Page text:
The Fyne F301's farfield response, averaged across a 30° horizontal window centered on the tweeter axis, is shown as the black trace above 300Hz in fig.3. It is not as flat as I expected from the speaker's pedigree. Depending on which frequency the listener takes as a reference, which will be related to the music being played, there is either an excess of energy between 700Hz and 2kHz, or insufficient energy in the midrange, presence, and mid-treble regions. That KM found the 301's tonal balance "tilted toward the dark side" is probably related to the depressed treble, as is my estimated sensitivity being slightly lower than specified. This graph was taken with sample '922; the response of the other speaker, serial number '921, was very closely matched below 2kHz and above 5kHz, but the depth of the depression between those regions was 2dB greater.

The plot of the Fyne F301's horizontal dispersion, referenced to the response on the tweeter axis (fig.4), indicates that the speaker's output drops off to the sides above 10kHz. Other than the apparent peak at 8.7kHz, which will be due to the on-axis suckout at that frequency filling into the sides, the contour lines in this graph are relatively even throughout the midrange and treble. This will correlate with stable stereo imaging. In the vertical plane (fig.5), the presence-region depression deepens below the tweeter axis but fills in to some extent 5° above that axis. I note that KM did listen to the F301s with his ears roughly ½" above the level of their tweeters.


Fig.4 Fyne Audio 301, lateral response family at 50", normalized to response on tweeter axis, from back to front: differences in response 90–5° off axis, reference response, differences in response 5–90° off axis.


Fig.5 Fyne Audio 301, vertical response family at 50", normalized to response on tweeter axis, from back to front: differences in response 45–5° above axis, reference response, differences in response 5–45° below axis.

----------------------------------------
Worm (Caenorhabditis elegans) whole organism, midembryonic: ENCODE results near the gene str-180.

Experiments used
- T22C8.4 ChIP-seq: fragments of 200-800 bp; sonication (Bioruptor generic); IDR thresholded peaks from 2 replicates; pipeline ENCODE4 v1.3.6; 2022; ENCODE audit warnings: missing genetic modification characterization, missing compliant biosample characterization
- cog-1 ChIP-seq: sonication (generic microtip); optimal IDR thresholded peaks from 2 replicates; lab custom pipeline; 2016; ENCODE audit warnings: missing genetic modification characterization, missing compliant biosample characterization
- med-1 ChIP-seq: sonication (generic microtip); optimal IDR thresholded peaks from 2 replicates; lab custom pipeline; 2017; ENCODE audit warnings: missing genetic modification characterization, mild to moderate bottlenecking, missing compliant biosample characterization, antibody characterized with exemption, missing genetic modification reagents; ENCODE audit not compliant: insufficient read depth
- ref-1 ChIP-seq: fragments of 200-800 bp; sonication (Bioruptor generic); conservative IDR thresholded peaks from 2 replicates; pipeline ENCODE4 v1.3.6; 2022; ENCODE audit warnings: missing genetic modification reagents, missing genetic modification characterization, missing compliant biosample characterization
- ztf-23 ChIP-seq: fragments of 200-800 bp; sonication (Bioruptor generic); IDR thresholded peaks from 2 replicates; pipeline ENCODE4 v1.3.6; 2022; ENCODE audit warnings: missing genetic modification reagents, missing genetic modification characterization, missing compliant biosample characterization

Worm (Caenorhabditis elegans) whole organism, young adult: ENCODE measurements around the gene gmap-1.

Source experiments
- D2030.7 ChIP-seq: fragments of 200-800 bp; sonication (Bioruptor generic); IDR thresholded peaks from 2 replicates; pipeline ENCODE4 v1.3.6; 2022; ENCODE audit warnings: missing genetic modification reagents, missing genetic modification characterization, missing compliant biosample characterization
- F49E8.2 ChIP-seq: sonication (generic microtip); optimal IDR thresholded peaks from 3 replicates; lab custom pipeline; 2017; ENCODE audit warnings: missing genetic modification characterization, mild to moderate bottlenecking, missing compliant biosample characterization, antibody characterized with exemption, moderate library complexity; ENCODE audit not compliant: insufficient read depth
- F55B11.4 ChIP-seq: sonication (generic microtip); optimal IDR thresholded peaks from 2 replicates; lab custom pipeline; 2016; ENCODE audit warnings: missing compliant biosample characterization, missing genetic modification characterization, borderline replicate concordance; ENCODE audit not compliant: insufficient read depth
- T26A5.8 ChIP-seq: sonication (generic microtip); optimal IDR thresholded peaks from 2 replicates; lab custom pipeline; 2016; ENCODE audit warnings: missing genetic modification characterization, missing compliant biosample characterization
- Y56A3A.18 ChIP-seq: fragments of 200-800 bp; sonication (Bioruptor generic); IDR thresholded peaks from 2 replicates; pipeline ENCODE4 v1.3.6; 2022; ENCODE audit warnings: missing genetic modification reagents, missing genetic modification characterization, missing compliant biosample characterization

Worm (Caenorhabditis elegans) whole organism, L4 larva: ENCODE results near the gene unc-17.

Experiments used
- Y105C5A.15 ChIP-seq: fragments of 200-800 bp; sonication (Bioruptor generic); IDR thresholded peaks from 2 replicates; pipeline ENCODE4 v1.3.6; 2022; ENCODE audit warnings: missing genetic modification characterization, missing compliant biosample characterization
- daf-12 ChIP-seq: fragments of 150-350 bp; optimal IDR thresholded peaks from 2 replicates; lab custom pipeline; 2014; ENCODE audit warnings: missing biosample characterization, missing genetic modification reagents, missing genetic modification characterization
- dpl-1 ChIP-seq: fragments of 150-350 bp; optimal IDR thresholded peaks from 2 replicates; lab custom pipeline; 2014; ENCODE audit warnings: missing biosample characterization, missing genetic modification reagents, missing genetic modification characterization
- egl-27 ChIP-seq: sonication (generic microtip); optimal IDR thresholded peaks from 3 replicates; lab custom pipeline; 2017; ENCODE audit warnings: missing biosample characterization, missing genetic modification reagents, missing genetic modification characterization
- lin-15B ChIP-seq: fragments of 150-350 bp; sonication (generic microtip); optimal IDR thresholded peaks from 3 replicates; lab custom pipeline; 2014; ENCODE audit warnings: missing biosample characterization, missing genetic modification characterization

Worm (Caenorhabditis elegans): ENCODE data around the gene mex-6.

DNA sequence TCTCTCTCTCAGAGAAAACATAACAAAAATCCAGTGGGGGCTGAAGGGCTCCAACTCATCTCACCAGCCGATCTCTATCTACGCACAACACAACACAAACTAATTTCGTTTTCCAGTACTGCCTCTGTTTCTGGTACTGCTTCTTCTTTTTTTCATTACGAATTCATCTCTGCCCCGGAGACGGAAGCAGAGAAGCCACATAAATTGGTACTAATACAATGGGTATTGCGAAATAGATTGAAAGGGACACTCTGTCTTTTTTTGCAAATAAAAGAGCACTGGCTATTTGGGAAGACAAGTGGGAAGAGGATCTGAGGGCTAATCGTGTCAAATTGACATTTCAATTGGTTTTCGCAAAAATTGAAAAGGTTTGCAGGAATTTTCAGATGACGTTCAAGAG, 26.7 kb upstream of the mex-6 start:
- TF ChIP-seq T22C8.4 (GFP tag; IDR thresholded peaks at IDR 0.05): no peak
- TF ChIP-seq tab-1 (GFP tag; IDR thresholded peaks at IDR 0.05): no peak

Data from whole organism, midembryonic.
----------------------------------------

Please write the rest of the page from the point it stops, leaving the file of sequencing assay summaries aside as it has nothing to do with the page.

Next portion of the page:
Turning to the time domain, the Fyne F301's step response on the tweeter axis (fig.6) indicates that the tweeter is connected in inverted acoustic polarity, the woofer in positive polarity. The tweeter's step, which arrives first at the microphone, has decayed before the woofer's step starts, but the latter's decay is overlaid with regular undulations. These correlate with some ridges of delayed energy in the upper midrange in the Fyne's cumulative spectral-decay plot (fig.7). The treble is cleaner in this respect, though the suckout at 8.7kHz is accompanied by another ridge of delayed energy. (As always with my CSD plots, ignore the small ridge just below 17kHz, which is due to interference from the computer monitor's line-scan frequency.)


Fig.6 Fyne Audio 301, step response on tweeter axis at 50" (5ms time window, 30kHz bandwidth).


Fig.7 Fyne Audio 301, cumulative spectral-decay plot on tweeter axis at 50" (0.15ms risetime).

Though Fyne Audio's F301 had some issues on the test bench, these are not unexpected, given the speaker's affordable price.—John Atkinson

Fyne Audio Ltd.
US distributor: The Sound Organisation
1009 Oakmead Dr.
Arlington, TX 76011

invaderzim's picture

"and flow with the music."

When that happens with whatever system you are listening to it is a really great thing.

Ortofan's picture

... presently available for $406/pr.

A TAS reviewer said that they "might just be the best five hundred bucks you’ll ever spend."




Habu2u's picture

Ah, Yes! Gino Vanelli's "Storm at Sunup"....